An unusually bright star collapse was caught through a telescope last year—now we might know what it was.
The mystery of the Cow: This past June, an extremely bright object in the sky created an astronomical mystery that was given the name AT2018cow (a.k.a. “the Cow”). The ATLAS survey’s Hawaii-based telescopes spotted a bright spot about 200 million light years away that quickly appeared, then disappeared a few days later. Researchers initially thought it might be a supernova, but it was 10 to 100 times brighter than the typical supernova, and blinked out of the sky much faster.
Solving the puzzle: As presented at the American Astronomical Society's conference today, researchers from Northwestern University now believe that the telescopes picked up the moment a star collapsed and turned into either a black hole or a neutron star.
Why could we see this one? Typically when stars collapse into black holes, the huge amount of material thrown out blocks Earth-based views of the event. But according to Raffaella Margutti of Northwestern, this star had about 10 times less material spewed out, allowing astronomers to see inside. “A ‘lightbulb’ was sitting deep inside the ejecta of the explosion,” Margutti says.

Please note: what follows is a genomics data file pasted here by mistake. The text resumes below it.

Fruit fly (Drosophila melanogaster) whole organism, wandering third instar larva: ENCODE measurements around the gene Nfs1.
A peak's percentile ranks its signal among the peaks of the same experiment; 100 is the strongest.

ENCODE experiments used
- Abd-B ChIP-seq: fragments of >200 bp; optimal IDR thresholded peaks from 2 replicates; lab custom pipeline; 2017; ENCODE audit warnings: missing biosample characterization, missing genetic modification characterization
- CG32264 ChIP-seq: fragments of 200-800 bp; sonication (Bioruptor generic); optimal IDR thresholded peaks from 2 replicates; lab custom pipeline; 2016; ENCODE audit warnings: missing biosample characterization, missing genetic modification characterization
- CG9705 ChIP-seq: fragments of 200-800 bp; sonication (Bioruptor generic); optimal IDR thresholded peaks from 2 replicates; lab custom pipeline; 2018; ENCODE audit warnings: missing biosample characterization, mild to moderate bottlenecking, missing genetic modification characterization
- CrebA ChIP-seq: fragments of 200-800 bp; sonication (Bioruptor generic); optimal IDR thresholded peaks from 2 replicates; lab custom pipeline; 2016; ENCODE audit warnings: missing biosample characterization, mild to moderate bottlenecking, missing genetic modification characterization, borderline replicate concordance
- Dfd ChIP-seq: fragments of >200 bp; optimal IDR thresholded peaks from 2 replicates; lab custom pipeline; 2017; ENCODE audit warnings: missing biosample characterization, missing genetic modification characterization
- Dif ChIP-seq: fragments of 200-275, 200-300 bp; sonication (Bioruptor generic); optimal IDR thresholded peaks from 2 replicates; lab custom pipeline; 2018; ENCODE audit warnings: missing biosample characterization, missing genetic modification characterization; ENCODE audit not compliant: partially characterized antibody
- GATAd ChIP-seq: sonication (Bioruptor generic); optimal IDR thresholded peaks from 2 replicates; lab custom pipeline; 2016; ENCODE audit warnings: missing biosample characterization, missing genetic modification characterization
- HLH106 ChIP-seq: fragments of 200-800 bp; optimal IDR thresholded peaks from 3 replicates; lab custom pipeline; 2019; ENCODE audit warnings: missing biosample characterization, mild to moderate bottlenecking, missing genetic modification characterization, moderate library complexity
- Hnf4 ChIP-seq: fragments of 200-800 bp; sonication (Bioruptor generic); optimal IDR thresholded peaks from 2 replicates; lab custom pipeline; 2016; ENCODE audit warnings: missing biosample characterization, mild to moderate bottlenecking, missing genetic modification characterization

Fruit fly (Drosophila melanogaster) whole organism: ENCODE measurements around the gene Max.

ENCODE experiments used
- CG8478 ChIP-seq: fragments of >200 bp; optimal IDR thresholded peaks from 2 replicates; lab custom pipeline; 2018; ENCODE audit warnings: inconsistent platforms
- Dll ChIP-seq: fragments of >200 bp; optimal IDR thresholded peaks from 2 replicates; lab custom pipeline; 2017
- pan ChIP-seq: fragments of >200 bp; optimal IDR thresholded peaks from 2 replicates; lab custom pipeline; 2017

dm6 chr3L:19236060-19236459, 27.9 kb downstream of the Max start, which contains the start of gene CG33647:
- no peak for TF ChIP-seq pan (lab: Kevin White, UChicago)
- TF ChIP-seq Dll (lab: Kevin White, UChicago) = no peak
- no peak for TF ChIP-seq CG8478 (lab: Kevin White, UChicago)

How they figured this out: Rather than using telescopes that capture visible light, the traditional method of studying star deaths, the team from Northwestern also used x-rays, "hard x-rays" (which are basically extra powerful x-rays), radio waves, and gamma rays to study the Cow. That allowed them to keep studying the phenomenon even after the bright spot had dimmed. With the first observations of the formation of a black hole or neutron star in hand, astronomers will be able to better understand what happens in the moments that a star dies, and a strange new object springs into being.